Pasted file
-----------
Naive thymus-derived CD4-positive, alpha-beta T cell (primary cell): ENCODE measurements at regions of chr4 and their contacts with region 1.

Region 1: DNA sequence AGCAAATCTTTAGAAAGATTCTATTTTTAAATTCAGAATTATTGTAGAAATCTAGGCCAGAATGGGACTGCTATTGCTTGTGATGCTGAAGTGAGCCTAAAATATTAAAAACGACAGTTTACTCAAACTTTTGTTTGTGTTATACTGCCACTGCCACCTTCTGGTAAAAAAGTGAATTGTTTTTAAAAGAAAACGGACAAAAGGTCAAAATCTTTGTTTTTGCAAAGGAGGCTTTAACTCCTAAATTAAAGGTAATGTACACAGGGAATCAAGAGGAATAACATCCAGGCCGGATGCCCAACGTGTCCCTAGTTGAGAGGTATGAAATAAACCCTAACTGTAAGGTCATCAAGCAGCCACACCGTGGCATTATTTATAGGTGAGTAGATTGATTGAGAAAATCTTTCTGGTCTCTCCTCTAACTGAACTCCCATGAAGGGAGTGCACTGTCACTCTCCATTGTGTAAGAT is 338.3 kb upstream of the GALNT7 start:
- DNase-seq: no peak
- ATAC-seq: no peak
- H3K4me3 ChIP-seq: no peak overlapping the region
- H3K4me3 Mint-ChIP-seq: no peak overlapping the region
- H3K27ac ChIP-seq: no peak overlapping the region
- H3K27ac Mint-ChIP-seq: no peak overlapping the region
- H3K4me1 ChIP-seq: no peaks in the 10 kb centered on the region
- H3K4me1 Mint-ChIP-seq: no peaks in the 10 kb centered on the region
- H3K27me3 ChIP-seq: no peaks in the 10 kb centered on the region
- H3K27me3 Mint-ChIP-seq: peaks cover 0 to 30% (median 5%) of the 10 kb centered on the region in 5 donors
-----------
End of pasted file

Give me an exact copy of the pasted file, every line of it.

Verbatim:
Naive thymus-derived CD4-positive, alpha-beta T cell (primary cell): ENCODE measurements at regions of chr4 and their contacts with region 1.

Region 1: DNA sequence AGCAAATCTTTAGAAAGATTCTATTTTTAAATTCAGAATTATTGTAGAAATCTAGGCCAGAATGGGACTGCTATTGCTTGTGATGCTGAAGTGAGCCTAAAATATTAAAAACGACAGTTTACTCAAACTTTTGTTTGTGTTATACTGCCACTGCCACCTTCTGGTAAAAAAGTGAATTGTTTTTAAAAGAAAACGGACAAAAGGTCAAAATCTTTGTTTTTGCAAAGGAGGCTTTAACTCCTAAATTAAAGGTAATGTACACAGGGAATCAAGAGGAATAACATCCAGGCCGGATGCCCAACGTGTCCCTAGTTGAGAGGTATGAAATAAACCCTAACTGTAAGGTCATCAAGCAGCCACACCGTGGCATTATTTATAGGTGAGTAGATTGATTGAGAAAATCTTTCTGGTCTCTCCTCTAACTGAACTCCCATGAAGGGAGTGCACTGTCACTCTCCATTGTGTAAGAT is 338.3 kb upstream of the GALNT7 start:
- DNase-seq: no peak
- ATAC-seq: no peak
- H3K4me3 ChIP-seq: no peak overlapping the region
- H3K4me3 Mint-ChIP-seq: no peak overlapping the region
- H3K27ac ChIP-seq: no peak overlapping the region
- H3K27ac Mint-ChIP-seq: no peak overlapping the region
- H3K4me1 ChIP-seq: no peaks in the 10 kb centered on the region
- H3K4me1 Mint-ChIP-seq: no peaks in the 10 kb centered on the region
- H3K27me3 ChIP-seq: no peaks in the 10 kb centered on the region
- H3K27me3 Mint-ChIP-seq: peaks cover 0 to 30% (median 5%) of the 10 kb centered on the region in 5 donors